Apps make it easier for Muslims pray and read the Quran
BY CHASE COOK World Staff Writer
Saturday, August 18, 2012
8/18/12 at 5:22 AM
Need the direction to Mecca or need a prayer time reminder? There's an app for that.
As a Muslim, Union Public Schools teacher Kamlah Milad's is strongly encouraged to read the entire Quran during the holy month of Ramadan, which ends Saturday evening.
Normally this means Milad must carry a book with her if she wishes to read the Quran during waiting times or other downtimes, but the rise of mobile applications has made this idea archaic.
"It makes it easier for me to read the Quran because of the ease of reading on an electronic device," Milad said. "There is something easy about carrying all your books around on your Kindle or iPad."
Milad uses an app that allows her to not only read the Quran in English, but in Arabic as well. She said she will complete her cover-to-cover reading of the Quran, a feat that was aided by her iPhone and its app collection.
"It's just as important to me when reading it from my iPhone than reading it from the book," Milad said. "The words, the message - that's what's most important."
Islam requires the discipline of remembering specific prayer times and praying toward a specific location, and mobile apps have found ways to make practicing the religion a little more convenient.
Numerous Islam-specific apps use GPS to locate Mecca, the city that Muslims face when praying. Free and paid Quran readers offer a multitude of features and language translations. Event-specific apps, such as ones focused on Ramadan, help Muslims manage special prayer and fasting times.
Islam-specific apps are available to Apple and Android users.
Zunaira Cheema, St. Francis Hospital social worker, uses an app on her Android phone that tells her prayer times, has supplication sayings, operates as a Quran reader and also offers special sayings called "Hadiths."
Cheema said she has found the apps helpful.
"Everyone is always on the go," she said. "It's a good way for young people to keep up with the things they need to do."
Not everyone uses these apps - some still prefer traditional books - but there still is a benefit when things come along and makes something easier to use, Milad said.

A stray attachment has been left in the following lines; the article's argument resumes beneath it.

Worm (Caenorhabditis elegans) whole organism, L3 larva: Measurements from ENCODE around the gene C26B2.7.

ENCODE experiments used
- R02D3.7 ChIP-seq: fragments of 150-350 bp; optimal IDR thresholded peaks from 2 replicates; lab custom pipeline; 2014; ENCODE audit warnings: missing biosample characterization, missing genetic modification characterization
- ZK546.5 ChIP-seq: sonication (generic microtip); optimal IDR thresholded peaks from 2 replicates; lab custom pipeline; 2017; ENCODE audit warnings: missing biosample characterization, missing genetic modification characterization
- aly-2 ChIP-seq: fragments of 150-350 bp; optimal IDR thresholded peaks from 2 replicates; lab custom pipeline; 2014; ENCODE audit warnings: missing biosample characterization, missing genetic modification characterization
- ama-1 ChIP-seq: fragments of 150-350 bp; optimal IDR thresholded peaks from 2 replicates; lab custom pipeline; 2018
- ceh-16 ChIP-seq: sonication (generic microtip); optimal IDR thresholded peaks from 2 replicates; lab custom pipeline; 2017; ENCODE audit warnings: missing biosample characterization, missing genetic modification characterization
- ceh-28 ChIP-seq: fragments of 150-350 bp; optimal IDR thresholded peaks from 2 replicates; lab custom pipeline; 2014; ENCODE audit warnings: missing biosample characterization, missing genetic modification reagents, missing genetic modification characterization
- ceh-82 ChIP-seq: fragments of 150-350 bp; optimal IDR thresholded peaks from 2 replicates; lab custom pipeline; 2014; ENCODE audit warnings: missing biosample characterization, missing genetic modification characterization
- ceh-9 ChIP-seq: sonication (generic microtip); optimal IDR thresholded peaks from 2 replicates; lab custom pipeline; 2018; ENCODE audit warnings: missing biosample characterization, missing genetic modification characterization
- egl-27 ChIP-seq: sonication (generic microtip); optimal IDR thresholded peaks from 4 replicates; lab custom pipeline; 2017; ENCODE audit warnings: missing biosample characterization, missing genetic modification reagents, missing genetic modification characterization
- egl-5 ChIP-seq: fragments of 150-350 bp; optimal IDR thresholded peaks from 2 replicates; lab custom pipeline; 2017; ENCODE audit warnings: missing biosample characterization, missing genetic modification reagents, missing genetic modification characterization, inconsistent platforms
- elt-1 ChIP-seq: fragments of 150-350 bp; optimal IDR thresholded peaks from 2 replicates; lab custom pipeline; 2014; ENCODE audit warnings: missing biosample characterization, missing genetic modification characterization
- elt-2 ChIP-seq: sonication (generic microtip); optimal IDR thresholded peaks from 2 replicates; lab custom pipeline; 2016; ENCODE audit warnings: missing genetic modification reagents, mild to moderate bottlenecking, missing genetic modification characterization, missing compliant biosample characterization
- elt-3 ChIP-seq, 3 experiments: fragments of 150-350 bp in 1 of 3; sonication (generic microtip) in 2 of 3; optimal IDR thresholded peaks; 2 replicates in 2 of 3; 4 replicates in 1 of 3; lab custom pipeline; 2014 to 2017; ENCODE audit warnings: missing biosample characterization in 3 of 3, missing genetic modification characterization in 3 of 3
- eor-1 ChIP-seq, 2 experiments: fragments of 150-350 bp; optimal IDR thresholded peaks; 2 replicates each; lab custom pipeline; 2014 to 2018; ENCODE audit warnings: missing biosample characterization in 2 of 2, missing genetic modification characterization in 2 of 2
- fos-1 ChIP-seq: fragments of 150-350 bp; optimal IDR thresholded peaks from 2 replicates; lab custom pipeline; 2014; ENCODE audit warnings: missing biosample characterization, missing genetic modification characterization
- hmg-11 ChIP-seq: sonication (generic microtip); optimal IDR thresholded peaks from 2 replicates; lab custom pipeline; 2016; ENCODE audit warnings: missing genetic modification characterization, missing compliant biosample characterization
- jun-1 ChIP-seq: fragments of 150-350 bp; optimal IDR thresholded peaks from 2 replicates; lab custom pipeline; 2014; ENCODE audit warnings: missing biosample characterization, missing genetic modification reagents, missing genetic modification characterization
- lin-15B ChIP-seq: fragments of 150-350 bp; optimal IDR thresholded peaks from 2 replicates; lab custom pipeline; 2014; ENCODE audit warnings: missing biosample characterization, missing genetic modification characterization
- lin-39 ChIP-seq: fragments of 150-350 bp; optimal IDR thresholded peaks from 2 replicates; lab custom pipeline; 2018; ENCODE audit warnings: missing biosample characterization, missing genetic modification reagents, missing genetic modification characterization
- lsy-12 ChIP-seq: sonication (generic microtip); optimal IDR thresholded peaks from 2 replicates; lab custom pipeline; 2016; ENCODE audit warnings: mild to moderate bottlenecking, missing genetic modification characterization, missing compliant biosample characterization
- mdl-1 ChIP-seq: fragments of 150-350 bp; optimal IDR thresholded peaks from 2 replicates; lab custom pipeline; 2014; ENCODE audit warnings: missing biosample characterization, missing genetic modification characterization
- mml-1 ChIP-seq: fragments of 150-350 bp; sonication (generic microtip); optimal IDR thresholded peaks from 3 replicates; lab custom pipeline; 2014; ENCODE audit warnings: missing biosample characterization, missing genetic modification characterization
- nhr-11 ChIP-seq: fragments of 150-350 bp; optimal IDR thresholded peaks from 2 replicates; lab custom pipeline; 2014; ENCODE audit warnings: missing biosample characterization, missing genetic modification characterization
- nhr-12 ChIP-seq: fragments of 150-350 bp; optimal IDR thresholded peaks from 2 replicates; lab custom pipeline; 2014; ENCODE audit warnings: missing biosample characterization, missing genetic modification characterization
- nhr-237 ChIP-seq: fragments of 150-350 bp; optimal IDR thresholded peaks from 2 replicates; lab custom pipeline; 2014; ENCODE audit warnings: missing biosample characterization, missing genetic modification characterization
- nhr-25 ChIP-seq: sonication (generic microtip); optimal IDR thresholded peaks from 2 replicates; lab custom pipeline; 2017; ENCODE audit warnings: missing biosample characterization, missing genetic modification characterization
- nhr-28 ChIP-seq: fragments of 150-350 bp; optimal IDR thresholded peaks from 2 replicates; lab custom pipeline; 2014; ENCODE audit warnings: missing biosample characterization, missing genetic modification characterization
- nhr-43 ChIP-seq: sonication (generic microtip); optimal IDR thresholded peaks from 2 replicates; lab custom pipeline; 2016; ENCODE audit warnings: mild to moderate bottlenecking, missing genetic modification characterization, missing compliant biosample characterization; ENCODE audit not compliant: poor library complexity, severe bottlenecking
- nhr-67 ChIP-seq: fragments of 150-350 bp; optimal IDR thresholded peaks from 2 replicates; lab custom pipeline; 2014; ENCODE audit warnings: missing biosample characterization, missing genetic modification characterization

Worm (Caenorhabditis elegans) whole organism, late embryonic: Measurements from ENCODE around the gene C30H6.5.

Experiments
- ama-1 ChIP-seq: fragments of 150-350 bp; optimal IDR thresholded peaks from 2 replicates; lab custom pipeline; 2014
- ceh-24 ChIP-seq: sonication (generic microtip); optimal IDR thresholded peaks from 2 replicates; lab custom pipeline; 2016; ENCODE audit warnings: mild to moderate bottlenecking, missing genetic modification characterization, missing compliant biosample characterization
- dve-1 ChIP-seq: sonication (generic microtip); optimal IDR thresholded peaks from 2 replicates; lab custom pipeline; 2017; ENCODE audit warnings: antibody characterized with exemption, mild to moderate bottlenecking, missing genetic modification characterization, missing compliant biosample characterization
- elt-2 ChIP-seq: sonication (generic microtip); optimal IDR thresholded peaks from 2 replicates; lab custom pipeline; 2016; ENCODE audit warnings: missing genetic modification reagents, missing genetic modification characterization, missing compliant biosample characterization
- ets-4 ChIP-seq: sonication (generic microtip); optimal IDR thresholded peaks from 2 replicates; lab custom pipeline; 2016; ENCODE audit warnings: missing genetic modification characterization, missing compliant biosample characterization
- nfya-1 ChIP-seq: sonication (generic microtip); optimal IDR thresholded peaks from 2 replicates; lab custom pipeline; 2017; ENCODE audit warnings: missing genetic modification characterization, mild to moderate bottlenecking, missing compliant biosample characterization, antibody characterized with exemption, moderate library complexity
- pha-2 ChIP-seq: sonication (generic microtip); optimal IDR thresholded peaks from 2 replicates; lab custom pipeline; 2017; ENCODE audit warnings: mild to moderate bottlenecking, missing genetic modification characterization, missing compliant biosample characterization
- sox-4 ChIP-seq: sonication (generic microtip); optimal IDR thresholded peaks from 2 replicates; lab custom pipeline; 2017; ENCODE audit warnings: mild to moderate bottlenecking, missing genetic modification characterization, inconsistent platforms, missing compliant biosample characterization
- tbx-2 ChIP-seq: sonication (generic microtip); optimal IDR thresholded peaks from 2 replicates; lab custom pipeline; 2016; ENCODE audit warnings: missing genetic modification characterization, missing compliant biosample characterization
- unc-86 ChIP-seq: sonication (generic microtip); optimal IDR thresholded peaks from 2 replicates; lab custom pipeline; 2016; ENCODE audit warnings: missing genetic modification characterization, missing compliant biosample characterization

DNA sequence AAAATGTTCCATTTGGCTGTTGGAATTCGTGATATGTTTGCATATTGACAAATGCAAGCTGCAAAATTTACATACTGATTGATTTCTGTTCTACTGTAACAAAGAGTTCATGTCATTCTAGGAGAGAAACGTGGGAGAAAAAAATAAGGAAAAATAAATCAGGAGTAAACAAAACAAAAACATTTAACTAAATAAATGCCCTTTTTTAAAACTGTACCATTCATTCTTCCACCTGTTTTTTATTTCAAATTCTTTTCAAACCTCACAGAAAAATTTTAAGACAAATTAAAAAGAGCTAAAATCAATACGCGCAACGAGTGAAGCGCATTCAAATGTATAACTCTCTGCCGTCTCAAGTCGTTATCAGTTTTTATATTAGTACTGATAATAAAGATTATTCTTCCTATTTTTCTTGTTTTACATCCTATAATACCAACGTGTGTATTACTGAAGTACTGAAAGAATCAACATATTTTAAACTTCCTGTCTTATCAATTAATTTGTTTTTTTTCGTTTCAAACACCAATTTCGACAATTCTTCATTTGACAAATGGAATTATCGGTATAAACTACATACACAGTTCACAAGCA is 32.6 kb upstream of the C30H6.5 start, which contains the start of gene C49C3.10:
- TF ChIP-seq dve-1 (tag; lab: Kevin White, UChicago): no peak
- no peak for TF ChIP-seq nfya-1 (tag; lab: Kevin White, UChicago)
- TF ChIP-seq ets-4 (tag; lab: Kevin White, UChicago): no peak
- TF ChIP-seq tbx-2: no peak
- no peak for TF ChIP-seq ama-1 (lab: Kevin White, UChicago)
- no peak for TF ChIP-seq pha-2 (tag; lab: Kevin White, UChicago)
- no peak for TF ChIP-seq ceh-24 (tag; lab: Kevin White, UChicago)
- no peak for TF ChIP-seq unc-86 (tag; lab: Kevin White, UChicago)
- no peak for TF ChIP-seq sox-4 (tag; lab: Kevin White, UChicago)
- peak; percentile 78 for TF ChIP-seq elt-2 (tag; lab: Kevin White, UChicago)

"It's a very positive thing for the spread of knowledge, religious or otherwise," Milad said. "It's ease of access."
Free Islam-specific apps
For Apple devices
Quran Explorer: Comes with complete Quran Arabic text with side-by-side English translation. Allows bookmarks, and features scalable font sizes and audio recitations.
Islamic Compass Free: Tells users when and in what direction to pray. Calculates prayer time and direction based on the location of the user.
Fajr Alarm: Wakes up Muslims for the "Fajr," or morning prayer. Acts like an alarm clock that monitors the Fajr prayer time based on the user's location. App offers both English and Arabic.
For Android devices
Quran Android: Allows users to read the Quran in multiple languages and also supports bookmarks, search tools, audio and other features. Requires file downloads to support its features.
iQuran: Allows the Quran to be read in Arabic alongside its translation. Includes verse-by-verse audio and search tools.
Islamic Prayer Times: Lists prayer times, has alarm tools for prayer reminders and comes equipped with a compass pointing in the direction of Mecca.
Original Print Headline: Apps make it easier for Muslims to pray, read Quran
Chase Cook 918-581-8386
Kamlah Milad displays an iPhone app Thursday that helped her read the entire Quran during Ramadan. MATT BARNARD/Tulsa World